Infrastructure has played a significant role in Africa’s recent economic turnaround, and will need to play an even greater role if the continent’s development targets are to be reached.
Simulations suggest that if all African countries were to catch up with Mauritius in infrastructure, per capita economic growth in the region could increase by 2.2 percentage points. Catching up with Korea’s level would increase economic growth per capita by up to 2.6 percent per year. In a number of countries—including Cote d’Ivoire, Democratic Republic of Congo (DRC), and Senegal—the impact would be even larger.
In most African countries, particularly the lower-income countries, infrastructure is a major constraint on doing business, and is found to depress firm productivity by around 40 percent. For most countries, the negative impact of deficient infrastructure is at least as large as that associated with corruption, crime, financial market and red tape constraints.
For an important subset of countries, power emerges as the most limiting factor, being cited by more than half of firms in more than half of African countries as a major business obstacle.
Deficiencies in broader transport infrastructure and infrastructure for information and communication technologies (ICT) are less prevalent, but nonetheless substantial in some cases.
Africa’s largest infrastructure deficit is to be found in the power sector. Whether measured in terms of generation capacity, electricity consumption, or security of supply. Africa’s power infrastructure delivers only a fraction of the service found elsewhere in the developing world. The 48 countries of Sub-Saharan Africa (with a combined population of 800 million) generate roughly the same amount of power as Spain (with a population of 45 million).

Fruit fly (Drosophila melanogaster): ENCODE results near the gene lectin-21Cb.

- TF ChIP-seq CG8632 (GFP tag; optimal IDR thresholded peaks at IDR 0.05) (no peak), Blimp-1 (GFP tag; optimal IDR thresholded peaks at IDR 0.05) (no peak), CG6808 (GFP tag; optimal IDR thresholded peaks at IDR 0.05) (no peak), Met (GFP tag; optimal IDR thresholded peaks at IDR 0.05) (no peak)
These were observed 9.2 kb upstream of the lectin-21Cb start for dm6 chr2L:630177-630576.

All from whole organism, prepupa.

Power consumption, at 124 kilowatt hours per capita per year and falling, is only a tenth of that found elsewhere in the developing world, barely enough to power one 100-watt light bulb per person for three hours a day.
With regard to ICT, Africa is staying closer to developments elsewhere in the world. The percentage of Africa’s population living within range of a GSM signal rose dramatically from five percent in 1999 to 57 percent in 2006. Over the same period, more than 100 million Africans became mobile telephone subscribers. Indeed, in some countries, household access to mobile telephone services now exceeds that of piped water. Internet penetration, however, lags considerably behind, with little more than two million subscribers and a further 12 million estimated to be making use of public access facilities.
Africa’s road density is sparse when viewed against the vastness of the continent. As a result, only one-third of Africans living in rural areas are within two kilometers of an all-season road, compared with two-thirds of the population in other developing regions.